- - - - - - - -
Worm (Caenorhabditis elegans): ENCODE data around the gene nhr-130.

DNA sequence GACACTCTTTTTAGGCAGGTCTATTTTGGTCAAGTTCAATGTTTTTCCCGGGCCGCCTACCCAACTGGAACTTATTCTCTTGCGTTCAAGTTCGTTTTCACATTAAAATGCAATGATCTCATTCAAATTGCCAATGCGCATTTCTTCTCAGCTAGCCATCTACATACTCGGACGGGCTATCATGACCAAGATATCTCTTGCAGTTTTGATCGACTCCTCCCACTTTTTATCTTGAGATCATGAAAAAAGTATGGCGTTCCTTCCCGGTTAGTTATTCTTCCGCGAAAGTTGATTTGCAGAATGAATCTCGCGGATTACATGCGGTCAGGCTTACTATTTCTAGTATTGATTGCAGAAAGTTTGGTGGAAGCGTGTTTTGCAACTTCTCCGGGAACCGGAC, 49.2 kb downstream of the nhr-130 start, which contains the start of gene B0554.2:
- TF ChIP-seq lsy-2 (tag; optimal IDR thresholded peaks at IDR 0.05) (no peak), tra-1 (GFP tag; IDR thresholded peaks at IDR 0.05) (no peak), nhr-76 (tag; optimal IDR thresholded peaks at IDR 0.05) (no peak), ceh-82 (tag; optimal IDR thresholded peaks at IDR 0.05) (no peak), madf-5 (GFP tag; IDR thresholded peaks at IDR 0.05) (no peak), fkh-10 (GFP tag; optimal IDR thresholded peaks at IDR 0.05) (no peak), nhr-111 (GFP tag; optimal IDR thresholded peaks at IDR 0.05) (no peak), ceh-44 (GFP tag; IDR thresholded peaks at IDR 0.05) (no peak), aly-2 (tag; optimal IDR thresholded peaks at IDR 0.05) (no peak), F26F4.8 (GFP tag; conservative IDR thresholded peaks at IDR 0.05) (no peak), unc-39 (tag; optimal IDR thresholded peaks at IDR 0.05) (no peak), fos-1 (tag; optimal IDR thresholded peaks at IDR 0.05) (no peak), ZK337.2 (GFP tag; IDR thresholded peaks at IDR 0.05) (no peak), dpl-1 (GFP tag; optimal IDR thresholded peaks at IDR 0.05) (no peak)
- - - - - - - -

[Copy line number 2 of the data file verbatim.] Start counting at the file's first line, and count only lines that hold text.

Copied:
DNA sequence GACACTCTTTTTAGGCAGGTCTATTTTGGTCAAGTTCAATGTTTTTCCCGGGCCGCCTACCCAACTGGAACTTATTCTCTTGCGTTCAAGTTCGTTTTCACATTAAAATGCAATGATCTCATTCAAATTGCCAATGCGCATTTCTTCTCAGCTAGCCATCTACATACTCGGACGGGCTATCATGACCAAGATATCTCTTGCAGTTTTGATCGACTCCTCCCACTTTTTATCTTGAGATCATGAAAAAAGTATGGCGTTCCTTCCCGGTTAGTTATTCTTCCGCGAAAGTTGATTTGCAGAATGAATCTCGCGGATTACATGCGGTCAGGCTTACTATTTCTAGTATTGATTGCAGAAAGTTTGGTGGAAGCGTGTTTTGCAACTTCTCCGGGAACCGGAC, 49.2 kb downstream of the nhr-130 start, which contains the start of gene B0554.2: